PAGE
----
MICHAEL MARCUS’S MEDIATION MESSAGE NO. 70
SETTLING RATHER THAN GOING TO TRIAL MAKES STATISTICAL SENSE
A study (“Let’s Not Make a Deal: An Empirical Study of Decision Making in Unsuccessful Settlement Negotiations”) in the Journal of Empirical Legal Studies, vol. 5, issue 3, pages 551-591 (2008), which analyzed 2,054 California trials between November 2002 and December 2005, involving 5,116 attorneys, concluded that there is a high incidence of decision-making error by both plaintiffs and defendants in rejecting settlement proposals and going to trial or arbitration. The 2,054 cases were obtained from Verdict Search California and limited to those in which the parties had been engaged in unsuccessful settlement negotiations and the ultimate outcome was decided by a judge, jury or arbitrator. (Interestingly, the study noted that the parties’ participation in alternative dispute resolution processes was underreported. It did not opine why the parties had not provided this particular information, as contrasted with non-mediation related negotiations, but I submit that the underreporting could reflect the parties’ respect and honor for the confidentiality of the mediation process.)
The study posited that “decision error” occurred when either a plaintiff or defendant rejected an adversary’s settlement offer, went to trial or arbitration and the subsequent financial result was the same or worse than the rejected offer. The incidence of decision error for plaintiffs was higher than for defendants but the cost of those errors was higher for defendants. Thus, 61.2 percent of the time plaintiffs received less or equal at adjudication than offered by the defense at the last settlement offer whereas the defense decision error took place only 24.3 percent of the time. However, when defense error occurred, it resulted in a mean cost of $1,140,000 while the plaintiffs’ mean error was only $43,100. The study’s authors concluded from the wide variation between $43,100 and $1,140,000 that plaintiffs are more risk averse than defendants. The study’s authors reported that their findings updated and evaluated the continued validity of three earlier studies by others that had arrived at essentially the same results.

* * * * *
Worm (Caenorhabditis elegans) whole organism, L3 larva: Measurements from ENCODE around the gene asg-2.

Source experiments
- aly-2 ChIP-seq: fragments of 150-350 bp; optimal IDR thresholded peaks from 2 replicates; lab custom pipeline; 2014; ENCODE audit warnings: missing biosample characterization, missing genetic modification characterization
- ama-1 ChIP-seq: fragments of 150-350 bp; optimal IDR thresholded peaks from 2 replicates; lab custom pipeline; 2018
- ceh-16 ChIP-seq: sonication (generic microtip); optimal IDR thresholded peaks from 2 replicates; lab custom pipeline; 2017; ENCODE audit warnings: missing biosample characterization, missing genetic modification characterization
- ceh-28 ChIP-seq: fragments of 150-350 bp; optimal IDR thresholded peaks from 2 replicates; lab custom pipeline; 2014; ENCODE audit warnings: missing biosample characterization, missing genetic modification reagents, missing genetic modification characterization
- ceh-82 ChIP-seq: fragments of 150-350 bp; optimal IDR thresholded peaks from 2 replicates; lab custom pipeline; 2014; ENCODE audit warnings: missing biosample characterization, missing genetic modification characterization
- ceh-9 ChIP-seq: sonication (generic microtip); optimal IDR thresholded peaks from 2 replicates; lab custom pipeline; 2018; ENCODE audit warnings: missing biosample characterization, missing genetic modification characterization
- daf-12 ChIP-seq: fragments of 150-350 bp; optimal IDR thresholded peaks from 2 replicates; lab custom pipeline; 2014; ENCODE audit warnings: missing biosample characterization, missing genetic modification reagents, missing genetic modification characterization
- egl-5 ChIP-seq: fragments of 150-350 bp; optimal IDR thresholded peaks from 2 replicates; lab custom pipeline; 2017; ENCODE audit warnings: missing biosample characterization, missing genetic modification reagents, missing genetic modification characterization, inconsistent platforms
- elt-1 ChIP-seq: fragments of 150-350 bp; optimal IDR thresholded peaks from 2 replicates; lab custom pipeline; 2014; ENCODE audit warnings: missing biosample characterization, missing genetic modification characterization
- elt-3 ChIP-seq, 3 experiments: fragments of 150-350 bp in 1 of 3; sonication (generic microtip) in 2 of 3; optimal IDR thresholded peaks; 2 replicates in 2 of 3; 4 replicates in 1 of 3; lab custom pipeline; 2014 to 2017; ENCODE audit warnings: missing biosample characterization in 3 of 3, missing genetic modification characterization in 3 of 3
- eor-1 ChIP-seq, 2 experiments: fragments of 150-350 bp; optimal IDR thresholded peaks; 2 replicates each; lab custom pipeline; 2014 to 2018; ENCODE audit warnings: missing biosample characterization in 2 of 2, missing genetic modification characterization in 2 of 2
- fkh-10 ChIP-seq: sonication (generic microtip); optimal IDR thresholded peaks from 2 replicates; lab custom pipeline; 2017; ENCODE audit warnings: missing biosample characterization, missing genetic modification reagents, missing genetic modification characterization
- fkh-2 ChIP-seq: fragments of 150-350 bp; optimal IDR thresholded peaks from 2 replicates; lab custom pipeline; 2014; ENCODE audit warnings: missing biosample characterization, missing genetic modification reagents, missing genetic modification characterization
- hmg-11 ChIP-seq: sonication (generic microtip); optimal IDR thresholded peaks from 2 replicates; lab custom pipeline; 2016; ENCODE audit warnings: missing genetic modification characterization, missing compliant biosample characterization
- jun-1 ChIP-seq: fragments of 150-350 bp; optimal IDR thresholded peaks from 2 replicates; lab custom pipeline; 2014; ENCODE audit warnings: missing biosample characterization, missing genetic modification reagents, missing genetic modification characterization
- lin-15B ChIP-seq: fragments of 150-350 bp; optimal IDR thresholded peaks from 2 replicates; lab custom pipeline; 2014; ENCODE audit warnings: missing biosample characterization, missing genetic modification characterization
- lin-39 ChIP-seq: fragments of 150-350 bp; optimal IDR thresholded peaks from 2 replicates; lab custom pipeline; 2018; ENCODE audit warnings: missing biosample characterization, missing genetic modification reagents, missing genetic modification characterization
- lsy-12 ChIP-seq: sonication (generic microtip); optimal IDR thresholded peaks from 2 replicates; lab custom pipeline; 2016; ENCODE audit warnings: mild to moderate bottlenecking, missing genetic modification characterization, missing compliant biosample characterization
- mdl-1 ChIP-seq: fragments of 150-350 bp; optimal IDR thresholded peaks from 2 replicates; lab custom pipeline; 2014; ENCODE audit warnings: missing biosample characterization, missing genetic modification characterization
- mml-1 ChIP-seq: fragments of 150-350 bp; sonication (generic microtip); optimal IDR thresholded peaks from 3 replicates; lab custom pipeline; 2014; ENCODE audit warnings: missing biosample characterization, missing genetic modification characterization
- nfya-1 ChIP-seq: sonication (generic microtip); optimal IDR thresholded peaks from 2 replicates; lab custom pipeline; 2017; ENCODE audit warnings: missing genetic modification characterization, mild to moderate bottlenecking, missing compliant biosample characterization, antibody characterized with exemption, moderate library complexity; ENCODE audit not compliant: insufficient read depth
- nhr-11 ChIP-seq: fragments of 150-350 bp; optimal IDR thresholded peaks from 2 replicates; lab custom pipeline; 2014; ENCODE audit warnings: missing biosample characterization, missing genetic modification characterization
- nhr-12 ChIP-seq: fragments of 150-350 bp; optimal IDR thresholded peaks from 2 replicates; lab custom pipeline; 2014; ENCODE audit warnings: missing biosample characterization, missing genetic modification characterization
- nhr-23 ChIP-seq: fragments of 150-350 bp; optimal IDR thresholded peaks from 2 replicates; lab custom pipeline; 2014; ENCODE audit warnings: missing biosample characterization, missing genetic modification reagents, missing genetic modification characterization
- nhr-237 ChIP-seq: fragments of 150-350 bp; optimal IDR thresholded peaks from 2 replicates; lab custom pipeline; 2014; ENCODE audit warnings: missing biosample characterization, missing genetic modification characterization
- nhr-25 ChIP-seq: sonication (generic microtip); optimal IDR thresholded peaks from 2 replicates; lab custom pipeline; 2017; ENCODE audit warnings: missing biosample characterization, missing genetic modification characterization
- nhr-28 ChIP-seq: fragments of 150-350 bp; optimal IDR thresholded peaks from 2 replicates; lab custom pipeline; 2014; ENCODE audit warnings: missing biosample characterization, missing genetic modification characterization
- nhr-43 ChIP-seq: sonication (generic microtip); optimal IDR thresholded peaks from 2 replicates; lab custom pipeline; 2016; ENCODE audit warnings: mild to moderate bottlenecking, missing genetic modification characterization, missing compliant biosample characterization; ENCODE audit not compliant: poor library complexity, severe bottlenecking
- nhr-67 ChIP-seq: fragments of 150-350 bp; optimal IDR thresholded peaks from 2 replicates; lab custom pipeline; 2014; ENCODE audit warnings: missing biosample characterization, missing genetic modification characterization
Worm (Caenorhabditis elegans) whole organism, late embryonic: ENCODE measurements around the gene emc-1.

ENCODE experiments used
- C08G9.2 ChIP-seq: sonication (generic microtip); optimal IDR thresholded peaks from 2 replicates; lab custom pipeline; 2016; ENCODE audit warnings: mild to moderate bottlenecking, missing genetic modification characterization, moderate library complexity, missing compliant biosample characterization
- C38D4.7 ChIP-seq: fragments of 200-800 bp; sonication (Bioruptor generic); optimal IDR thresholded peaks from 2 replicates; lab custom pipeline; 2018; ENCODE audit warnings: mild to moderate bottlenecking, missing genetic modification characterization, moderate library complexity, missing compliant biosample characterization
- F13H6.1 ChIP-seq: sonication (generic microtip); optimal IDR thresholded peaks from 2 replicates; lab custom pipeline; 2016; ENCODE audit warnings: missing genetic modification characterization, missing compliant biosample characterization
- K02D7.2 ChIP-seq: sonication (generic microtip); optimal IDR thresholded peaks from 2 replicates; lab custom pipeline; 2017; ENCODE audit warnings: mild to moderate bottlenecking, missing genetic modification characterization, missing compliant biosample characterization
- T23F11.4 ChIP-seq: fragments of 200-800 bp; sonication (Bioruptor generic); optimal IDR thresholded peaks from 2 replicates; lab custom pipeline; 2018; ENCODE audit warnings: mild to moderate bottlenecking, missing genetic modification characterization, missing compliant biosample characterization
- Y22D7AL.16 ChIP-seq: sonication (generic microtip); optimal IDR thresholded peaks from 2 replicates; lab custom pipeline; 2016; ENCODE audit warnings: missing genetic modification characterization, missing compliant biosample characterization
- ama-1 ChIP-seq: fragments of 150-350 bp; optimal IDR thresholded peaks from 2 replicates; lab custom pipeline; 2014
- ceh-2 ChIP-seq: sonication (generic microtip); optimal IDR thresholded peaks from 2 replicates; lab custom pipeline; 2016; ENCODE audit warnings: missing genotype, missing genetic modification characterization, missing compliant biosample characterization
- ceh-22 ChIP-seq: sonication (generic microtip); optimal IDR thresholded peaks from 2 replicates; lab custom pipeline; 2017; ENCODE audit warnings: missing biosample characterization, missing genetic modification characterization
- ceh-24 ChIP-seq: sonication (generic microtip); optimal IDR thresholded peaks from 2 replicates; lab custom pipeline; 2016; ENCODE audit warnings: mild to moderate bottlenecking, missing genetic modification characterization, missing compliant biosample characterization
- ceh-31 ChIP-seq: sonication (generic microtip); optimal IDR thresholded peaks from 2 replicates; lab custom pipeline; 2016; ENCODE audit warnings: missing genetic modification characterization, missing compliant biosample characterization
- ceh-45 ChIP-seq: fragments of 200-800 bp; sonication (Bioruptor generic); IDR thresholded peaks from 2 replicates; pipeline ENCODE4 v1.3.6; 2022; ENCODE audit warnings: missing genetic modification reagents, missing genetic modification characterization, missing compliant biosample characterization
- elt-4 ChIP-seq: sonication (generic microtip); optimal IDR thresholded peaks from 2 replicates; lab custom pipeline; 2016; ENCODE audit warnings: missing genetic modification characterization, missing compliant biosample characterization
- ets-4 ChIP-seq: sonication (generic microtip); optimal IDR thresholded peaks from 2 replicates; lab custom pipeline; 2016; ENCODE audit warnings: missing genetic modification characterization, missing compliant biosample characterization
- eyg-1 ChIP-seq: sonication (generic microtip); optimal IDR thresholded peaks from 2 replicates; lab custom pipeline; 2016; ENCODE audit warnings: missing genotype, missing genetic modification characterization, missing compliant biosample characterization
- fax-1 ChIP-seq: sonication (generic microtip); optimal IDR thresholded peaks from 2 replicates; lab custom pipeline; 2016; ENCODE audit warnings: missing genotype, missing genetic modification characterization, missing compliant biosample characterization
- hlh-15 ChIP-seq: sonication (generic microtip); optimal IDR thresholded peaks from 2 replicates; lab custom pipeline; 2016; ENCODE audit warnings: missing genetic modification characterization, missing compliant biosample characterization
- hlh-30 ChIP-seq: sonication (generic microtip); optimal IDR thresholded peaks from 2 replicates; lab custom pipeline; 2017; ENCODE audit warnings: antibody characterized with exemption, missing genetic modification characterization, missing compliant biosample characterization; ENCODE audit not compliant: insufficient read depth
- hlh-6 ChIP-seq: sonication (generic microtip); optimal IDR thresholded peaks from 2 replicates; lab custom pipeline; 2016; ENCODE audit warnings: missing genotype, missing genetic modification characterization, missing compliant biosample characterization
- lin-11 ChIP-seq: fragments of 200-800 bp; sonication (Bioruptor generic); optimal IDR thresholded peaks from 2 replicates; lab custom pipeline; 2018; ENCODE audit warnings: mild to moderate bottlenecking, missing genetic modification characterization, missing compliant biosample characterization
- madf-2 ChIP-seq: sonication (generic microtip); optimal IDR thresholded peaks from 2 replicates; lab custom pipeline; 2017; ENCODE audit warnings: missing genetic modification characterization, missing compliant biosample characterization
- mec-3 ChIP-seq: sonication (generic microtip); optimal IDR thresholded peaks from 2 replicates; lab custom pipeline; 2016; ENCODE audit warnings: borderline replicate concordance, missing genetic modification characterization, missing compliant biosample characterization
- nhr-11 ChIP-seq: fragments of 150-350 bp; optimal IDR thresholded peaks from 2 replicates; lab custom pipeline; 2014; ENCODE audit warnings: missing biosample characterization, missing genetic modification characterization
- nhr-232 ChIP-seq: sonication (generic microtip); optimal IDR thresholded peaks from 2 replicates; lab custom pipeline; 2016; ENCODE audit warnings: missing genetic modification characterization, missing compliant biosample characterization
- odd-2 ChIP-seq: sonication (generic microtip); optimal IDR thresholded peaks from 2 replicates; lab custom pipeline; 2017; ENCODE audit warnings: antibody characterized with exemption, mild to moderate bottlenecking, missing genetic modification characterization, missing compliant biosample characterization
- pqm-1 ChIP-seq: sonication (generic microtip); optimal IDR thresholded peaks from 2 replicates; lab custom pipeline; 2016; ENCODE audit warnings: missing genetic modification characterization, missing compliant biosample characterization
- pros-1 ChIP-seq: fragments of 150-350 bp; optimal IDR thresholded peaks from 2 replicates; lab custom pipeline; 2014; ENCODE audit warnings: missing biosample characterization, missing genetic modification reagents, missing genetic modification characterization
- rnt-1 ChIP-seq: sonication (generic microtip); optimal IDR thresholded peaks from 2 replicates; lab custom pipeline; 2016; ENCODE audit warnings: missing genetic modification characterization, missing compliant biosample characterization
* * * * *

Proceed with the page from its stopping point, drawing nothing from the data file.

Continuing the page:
“Let’s Not Make a Deal” also analyzed the impact of the forum of the trial (i.e., jury trial, court trial or arbitration); the types of cases tried (e.g., personal injury v. contract); the nature of the monetary demand (e.g., past damages v. future damages); the existence or non-existence of statutory C.C.P. section 998 offers and the experience of the trial lawyer on whether plaintiffs and defendants did better or worse at trial after rejecting a settlement offer. I shall discuss these interesting findings in future Mediation Messages. For the moment, however, the general lesson from the study is that lawyers should think twice, maybe thrice, before rejecting a settlement offer and proceeding to trial or arbitration.
Judge Michael D. Marcus (Ret.)
ADR Services, Inc.
1900 Avenue of the Stars, Suite 250
Los Angeles, California 90067
Copyright Michael D. Marcus, July 2011
Please visit my website at www.marcusmediation.com for information about my mediation and arbitration background and experience. Copies of my previous Mediation Messages and Arbitration Insights are available by going to the articles link on the website.